Fortunately, Much of the Most Difficult Work (rethinking economic growth) Has Been Done
Sociobiology and neuro-economics, for example, are often posing and making exciting new research hypothesis and findings. Economist Erin D. Beinhocker writes in The Origin of Wealth: Evolution, Complexity and the Radical Remaking of Economics:
What is wealth? How it is created? How can it be increased?…New answers to these fundamental questions are beginning to emerge….from biologist, physicists, evolutionary theorists, computer scientists, anthropologists, psychologists, and cognitive scientists…..Modern science, in particular evolutionary theory and the theory of complex adaptive systems, provides us with a radically new perspective…
And, for the rethinking of textbook concepts–necessary, but overwhelmingly arcane to most people–the French government recently appointed two winners of the Nobel Prize in economics to head its Commission on the Measurement of Economic Performance and Social Progress. (http://www.stiglitz-sen-fitoussi.fr/en/index.htm)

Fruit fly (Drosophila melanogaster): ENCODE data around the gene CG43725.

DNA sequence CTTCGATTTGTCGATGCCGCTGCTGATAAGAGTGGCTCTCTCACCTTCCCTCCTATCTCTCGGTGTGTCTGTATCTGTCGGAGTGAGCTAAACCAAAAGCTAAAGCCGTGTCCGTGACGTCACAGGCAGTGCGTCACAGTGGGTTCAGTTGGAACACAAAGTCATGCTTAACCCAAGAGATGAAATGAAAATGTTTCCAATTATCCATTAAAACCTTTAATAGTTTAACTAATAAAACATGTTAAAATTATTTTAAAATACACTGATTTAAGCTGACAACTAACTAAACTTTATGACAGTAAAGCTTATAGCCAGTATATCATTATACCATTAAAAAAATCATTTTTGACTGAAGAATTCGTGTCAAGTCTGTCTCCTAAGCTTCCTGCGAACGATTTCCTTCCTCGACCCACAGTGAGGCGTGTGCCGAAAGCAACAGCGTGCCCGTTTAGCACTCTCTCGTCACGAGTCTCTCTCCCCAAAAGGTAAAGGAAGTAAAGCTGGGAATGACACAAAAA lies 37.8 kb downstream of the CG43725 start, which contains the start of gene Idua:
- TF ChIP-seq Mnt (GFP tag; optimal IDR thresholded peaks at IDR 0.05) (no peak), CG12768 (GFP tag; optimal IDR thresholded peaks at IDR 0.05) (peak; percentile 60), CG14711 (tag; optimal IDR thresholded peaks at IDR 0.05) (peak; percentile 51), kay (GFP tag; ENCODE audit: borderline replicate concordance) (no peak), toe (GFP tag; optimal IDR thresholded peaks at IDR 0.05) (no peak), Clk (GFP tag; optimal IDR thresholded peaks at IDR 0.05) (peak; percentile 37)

The Commission’s findings and recommendations, released in 2009, seemed radical to some people, but came as no surprise to most experts. Historian Gar Alperovitz, for example, wrote in The Nation (“The New Economy Movement,” June 13, 2011):
As many scholars have demonstrated, the gross national product indicator is profoundly misleading: for instance, both work that generates pollution and work that cleans it up are registered as positive in the GNP, although the net real-world economic gain is zero, and there is a huge waste of labor on both sides of the effort. Precisely how to develop a “dashboard” of indicators that measure genuine economic gain, environmental destruction, even human happiness is one of NEI’s high priorities. Another is a detailed econometric model of how a very large economic system can move away from growth as its central objective. Related to both are earlier and ongoing Great Transition studies by the Tellus Institute, a think tank concerned with sustainability.
Unfortunately, mainstream media and academics in the U.S. quickly rejected such work as unnecessary, not useful, and “too French.”